Regulators should re-shuffle their attention to being a check-point on companies that are already big, not a choke-point on startups that are trying to get big.
In truth, innovation will always happen at the peripheries of regulation. Innovation doesn’t ask for permission. It just happens. And regulation will never be able to catch-up. Regulators and monopoly stakeholders who are chasing innovation are mounting futile fights.
In hindsight, the Internet could have been more regulated earlier, but its growth and evolution would have been much more constrained.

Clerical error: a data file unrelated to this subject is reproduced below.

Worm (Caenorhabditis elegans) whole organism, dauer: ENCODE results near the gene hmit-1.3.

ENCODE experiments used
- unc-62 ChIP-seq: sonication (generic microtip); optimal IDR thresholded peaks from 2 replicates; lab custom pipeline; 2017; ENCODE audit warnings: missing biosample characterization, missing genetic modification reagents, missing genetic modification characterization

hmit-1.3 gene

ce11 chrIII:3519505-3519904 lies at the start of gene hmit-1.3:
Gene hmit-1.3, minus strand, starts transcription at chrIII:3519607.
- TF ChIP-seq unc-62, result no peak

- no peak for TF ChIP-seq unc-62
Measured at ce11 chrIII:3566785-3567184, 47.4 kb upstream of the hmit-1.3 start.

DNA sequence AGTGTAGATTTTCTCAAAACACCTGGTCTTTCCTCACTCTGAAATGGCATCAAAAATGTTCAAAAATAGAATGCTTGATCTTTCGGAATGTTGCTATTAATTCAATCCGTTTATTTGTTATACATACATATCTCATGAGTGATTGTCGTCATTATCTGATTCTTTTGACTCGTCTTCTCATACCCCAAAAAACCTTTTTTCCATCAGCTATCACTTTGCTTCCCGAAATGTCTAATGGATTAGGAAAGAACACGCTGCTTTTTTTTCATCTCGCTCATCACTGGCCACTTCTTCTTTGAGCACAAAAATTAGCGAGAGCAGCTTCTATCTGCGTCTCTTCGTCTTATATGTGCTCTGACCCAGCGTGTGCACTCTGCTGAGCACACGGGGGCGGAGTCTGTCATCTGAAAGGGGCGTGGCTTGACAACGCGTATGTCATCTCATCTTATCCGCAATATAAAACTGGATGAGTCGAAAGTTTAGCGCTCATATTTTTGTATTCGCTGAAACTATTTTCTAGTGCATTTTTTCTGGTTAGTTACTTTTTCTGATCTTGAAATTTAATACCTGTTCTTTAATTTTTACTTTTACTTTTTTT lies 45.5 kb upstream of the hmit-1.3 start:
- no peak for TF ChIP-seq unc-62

We are lucky that online technologies are quite permeable, and we need to be reminded that bits travel well afar and across boundaries. Online services are our only chance to efficiently spread positive opportunities around the world.
Rethinking regulation is a global message, not a North/South American, European, African or Asian one. The Internet is supposed to be that global platform, destined to level the playing field for all involved, and it doesn’t need multilateral and chopped-up regulatory agreements to govern it. We just need a dose of common understanding about its intended usage.
For the sake of online technologies, let’s lead with innovation and lag with regulation. The only type of innovation that knows how to thrive is the permissionless type. And the only type of sound regulation is the one that comes after innovation, way after.
Regulation is not a starting point. It’s an ending footnote.